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Fire Cider


Fire Cider is an immune boost inspired by herbal folk tradition. Noted herbalist Rosemary Gladstar came up with the recipe for Fire Cider in the late 1970s as part of a “food as medicine” concept, encouraging her students and community to bring these nutritious recipes to their kitchens and tables (Gladstar 2019:2). Long favored by the herbal community, Fire Cider has a rich history as a remedy for staving off fall and winter ailments such as cold and flu. Fire Cider is made by stewing unfiltered raw apple cider vinegar, ginger, horseradish, herbs, onion, lemon, garlic, and hot peppers together and finishing that off with some raw honey. While each nutrient-dense element offers significant health benefits, they combine to form a potent immune-boosting cocktail. 

There are many variations of Fire Cider recipes, and that’s part of the fun and tradition of Fire Cider. Whether it’s adding local roots of Burdock or Dandelion that offer deep nourishment, or bringing in antioxidant rich Beets or Cranberries, crafting Fire Cider not only makes a healthy tonic, it’s variance brings in personal and community traditions, plants and flavors. Rosemary Gladstar compiled a Fire Cider! book with herbal and food recipes and stories from a wide collection of folks, all connected to a Fire Cider tradition. 

Highlighting some of the ingredients in Fire Cider, it’s easy to see why it's so good for you. Raw Apple Cider Vinegar and Raw Honey are the base liquids of Fire Cider and they each bring nourishing elements. Raw Apple Cider Vinegar (ACV) is a beneficial carrier for plant nutrients, meaning it extracts valuable phytonutrients that humans can readily absorb. Studies have also shown ACV to help regulate blood sugar and insulin levels (Gladstar 2019). Rich in minerals, vitamins, enzymes and amino acids, Raw Honey is a functional food, meaning it is a natural food with health benefits (Jarvis 1958) In addition to having antibacterial, antifungal, and antioxidant properties, Raw Honey promotes the growth of good bacteria in the intestine.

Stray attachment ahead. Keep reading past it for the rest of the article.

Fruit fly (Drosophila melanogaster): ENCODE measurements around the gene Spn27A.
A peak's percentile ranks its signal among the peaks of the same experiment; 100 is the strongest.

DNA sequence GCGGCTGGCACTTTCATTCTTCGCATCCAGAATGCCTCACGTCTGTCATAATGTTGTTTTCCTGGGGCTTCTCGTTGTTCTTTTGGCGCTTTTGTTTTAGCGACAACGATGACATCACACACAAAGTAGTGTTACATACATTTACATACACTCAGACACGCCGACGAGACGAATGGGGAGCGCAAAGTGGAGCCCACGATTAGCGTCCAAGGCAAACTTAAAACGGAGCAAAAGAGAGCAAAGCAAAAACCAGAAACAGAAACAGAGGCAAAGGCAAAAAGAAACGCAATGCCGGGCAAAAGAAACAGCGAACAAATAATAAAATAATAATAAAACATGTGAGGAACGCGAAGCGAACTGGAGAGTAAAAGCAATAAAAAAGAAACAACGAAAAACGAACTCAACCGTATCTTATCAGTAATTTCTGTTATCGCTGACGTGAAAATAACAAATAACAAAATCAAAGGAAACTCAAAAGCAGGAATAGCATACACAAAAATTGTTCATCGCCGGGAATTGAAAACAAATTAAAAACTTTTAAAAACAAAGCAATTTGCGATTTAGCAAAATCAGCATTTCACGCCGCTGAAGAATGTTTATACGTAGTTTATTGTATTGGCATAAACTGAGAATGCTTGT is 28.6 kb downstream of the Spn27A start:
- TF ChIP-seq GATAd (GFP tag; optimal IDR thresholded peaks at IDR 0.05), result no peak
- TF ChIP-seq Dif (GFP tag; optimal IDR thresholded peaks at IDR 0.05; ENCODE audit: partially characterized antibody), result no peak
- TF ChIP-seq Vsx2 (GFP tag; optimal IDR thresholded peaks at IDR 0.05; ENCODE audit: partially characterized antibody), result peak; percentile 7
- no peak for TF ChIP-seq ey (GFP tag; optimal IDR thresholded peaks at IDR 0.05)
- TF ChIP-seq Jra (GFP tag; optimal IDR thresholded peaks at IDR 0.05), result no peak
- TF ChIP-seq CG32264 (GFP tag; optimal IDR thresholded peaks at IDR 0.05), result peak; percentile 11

Fire Cider gets its name from the fiery botanicals infused within. Hot peppers are high in capsaicin and can increase circulation and move mucus. Ginger is warming, and it helps break up congestion and stimulates circulation. Ginger can help move stuck mucus and soothe a ticklish cough and postnasal drip. Horseradish acts as an expectorant and is particularly efficient at clearing sinuses. Onions are antimicrobial, antiviral, immune- and anti-inflammatory, and they are high in flavonoids. Lemons contain citric acid which helps the body’s ability to detoxify, and the bitter peel of Lemon brings an abundance of Vitamin C. Garlic has strong antibiotic qualities, and it’s sulfurous compounds are stimulating, detoxifying and antimicrobial. Garlic supports proliferation of helpful bacteria in the gut, but the pungent sulfuric compound in Garlic is deactivated by heat, making preparations like Fire Cider a perfect way to consume raw Garlic.

Many folks take a shot of Fire Cider daily throughout the Fall and Winter months to ward off a cold or flu. Not only does Fire Cider act as an immune boosting super tonic, it also works as a decongestant. With potent ingredients, Fire Cider helps move mucus in both the upper and lower respiratory tract. It can also be used as a gargle to soothe a sore throat. Fire Cider can be mixed with hot water for a morning or afternoon pick-me-up. If you’d like to try it in the kitchen, Fire Cider can also be used as a replacement for vinegar in dressing for salads or as a marinade or sprinkle for cooked vegetables. However you consume, Fire Cider makes a robust addition to your well-being. 


  • Gladstar, Rosemary. Fire Cider! Storey Publishing, 2019, pp. 16-23.
  • Jarvis, D.C.. Folk Medicine. Ballantine Books, 1958, pp. 99-124.